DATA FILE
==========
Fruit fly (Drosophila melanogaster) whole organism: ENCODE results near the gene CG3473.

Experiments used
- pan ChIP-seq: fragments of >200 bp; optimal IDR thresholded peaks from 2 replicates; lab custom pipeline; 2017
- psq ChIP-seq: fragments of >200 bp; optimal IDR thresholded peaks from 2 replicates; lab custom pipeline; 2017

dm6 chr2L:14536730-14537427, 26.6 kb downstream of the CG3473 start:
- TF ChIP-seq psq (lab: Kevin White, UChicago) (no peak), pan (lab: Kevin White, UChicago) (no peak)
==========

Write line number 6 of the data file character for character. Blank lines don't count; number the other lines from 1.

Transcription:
- TF ChIP-seq psq (lab: Kevin White, UChicago) (no peak), pan (lab: Kevin White, UChicago) (no peak)